Passing tax reform through reconciliation, Norquist noted, would only allow the measure to last 10 years, short of the permanent fix Republicans say is necessary. 

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Wigglesworth

Comprehensive amnesty is dead no thanks to Grover and his corrupt paymasters.


Grover Norquist Discusses North Carolina Senatorial Candidates

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Posted by Zoe Crain on Monday, November 3rd, 2014, 12:17 PM PERMALINK


Grover Norquist, president of Americans for Tax Reform, wrote an op-ed for the Huffington Post regarding North Carolina Senatorial candidate Sean Haugh.

Haugh is open to higher taxes. Not only did Thom Tillis, the Republican nominee, pass one of the most pro-growth tax relief packages ever to come out of any state, he has committed to oppose efforts to raise federal taxes if elected to the U.S. Senate. Haugh, in contrast, refuses to make such a commitment to North Carolina taxpayers.

Americans for Tax Reform’s director of state affairs, Patrick Gleason, was quoted in a Slate article written by Betsy Woodruff about the importance of reelection Wisconsin Gov. Scott Walker.

Patrick Gleason, the director of state affairs at Americans for Tax Reform, said a Walker loss “will scare a lot of governors across the country.”

“That will send a message: Don’t do this, because you very well might not survive,” he said. “If Walker prevails, it’s going to embolden a lot of governors and lawmakers across the country. You’re going to see a lot of governors and lawmakers in other states get spines- or get stronger spines- than they had prior to Walker’s reelection.”

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Grover Norquist Discusses Wisconsin Gov. Scott Walker (and more...)

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Posted by Zoe Crain on Thursday, October 30th, 2014, 12:54 PM PERMALINK


Americans for Tax Reform president Grover Norquist was quoted in a Bloomberg Politics article written by David Weigel about Wisconsin Gov. Scott Walker.

“If Walker lost, four or five states would do maybe half of what Wisconsin’s done,” says Americans for Tax Reform president Grover Norquist.

“There’d be some nibbling at the edges, and some postmortems on how he defunded the left. If he wins, twelve to fifteen states would   copy Wisconsin. I mean, who wouldn’t? If the combined forces of the AFL-CIO and all their allies can’t beat him, why not do teacher tenure reform, why not make union membership voluntary, why not phase out the income tax? You get twelve states to do what Wisconsin did, and the Democratic Party would have to find several billionaires to make up the lost revenue.”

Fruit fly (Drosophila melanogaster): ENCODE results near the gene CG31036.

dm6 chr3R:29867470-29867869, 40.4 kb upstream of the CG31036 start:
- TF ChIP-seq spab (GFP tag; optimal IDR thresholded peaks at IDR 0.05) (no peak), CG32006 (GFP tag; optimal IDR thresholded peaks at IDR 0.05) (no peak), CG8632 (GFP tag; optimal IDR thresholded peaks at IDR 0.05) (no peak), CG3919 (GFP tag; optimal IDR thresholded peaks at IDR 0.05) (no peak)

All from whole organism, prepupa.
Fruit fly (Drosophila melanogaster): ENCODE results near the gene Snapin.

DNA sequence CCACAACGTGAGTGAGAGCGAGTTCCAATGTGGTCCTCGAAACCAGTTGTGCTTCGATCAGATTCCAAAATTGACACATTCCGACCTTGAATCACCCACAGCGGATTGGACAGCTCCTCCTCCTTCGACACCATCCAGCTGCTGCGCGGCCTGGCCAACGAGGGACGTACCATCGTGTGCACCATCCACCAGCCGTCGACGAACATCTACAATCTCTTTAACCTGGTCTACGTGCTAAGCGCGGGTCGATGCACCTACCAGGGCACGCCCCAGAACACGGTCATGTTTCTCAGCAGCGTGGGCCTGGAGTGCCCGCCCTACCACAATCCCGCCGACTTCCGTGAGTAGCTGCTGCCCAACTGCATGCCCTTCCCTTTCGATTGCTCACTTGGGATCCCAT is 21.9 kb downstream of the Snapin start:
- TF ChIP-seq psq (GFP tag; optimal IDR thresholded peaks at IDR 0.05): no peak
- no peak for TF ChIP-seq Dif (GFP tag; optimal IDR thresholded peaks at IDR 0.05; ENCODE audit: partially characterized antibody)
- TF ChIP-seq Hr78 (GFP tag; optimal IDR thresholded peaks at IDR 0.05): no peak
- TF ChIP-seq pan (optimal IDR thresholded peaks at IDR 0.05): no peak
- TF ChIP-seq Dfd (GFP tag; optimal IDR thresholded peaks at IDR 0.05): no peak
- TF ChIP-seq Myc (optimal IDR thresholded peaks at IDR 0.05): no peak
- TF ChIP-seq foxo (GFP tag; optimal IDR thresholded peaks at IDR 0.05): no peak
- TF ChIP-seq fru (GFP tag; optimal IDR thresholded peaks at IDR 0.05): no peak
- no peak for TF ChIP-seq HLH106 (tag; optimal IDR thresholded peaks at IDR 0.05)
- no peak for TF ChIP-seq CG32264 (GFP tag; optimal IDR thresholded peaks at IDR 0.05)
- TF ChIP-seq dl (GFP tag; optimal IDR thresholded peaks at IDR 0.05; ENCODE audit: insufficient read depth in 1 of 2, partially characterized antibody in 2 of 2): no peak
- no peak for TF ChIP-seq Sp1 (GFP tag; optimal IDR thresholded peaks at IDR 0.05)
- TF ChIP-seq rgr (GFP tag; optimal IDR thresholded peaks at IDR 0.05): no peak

Townhall’s Cal Thomas wrote an article about former Gov. Jeb Bush’s comment that he would be willing to raise taxes, and its implications should he decide to run for president in 2016.

Norquist and other anti-tax advocates perhaps see in Bush’s comment a replay of his father’s pledge at the 1988 Republican National Convention: “Read my lips: no new taxes.” He violated that pledge when congressional Democrats promised to cut spending in exchange for tax increases. Bush raised taxes. Democrats did not cut spending. Many have long believed that broken promise contributed to his failure to win a second term.

Steve Byas of the New American wrote about the possibility of former Gov. Jeb Bush running for president, and the reaction of Americans for Tax Reform president Grover Norquist.

“Jeb stabbed Republicans in the back just when they were unified in insisting on major spending cuts with no tax increases,” Grover Norquist of Americans for Tax Reform told the Washington Times.

Norquist was referencing Bush’s comments that he could accept a budget deal in which taxes were raised by $1 for every $10 in spending cuts that the Democrats would agree to. Norquist was enraged, particularly because the Democrats had not even offered any such deal. 

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Grover Norquist Appears on Bloomberg TV's "Street Smart"

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Posted by Zoe Crain on Wednesday, October 29th, 2014, 5:26 PM PERMALINK


Americans for Tax Reform president Grover Norquist appeared on Bloomberg TV’s “Street Smart,” hosted by Matt Miller, where he discussed Americans renouncing their U.S. citizenships in response to a harsh new tax law. An excerpt of his comments is below:

Two things happened. One is we have the worldwide tax system, so that when an American works overseas, they pay over there and here. Second, we have higher rates than everybody else, on the corporate level, and even sometimes on the individual level. So, it wasn’t quite so bad when we had lower corporate taxes and lower personal taxes- 28%, under Reagan- but now it’s become a bigger problem. 

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Grover Norquist to Appear on Yahoo's Election Night Special

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Posted by Zoe Crain on Wednesday, October 29th, 2014, 12:08 PM PERMALINK


As Dylan Byers wrote in Politico, Grover Norquist will appear on Yahoo’s special coverage of the midterm elections, hosted by David Gregory.

The midterm special will be a one-time appearance for Gregory, though he may be eyeing a longer-term deal with the digital news site. Gregory will appear will Yahoo’s Couric and Matt Bai, as well as POLITICO’s Mike Allen and Americans for Tax Reform founder Grover Norquist.

Americans for Tax Reform director of state affairs, Patrick Gleason, wrote an op-ed for Forbes with updates on campaign battles in Wisconsin and North Carolina.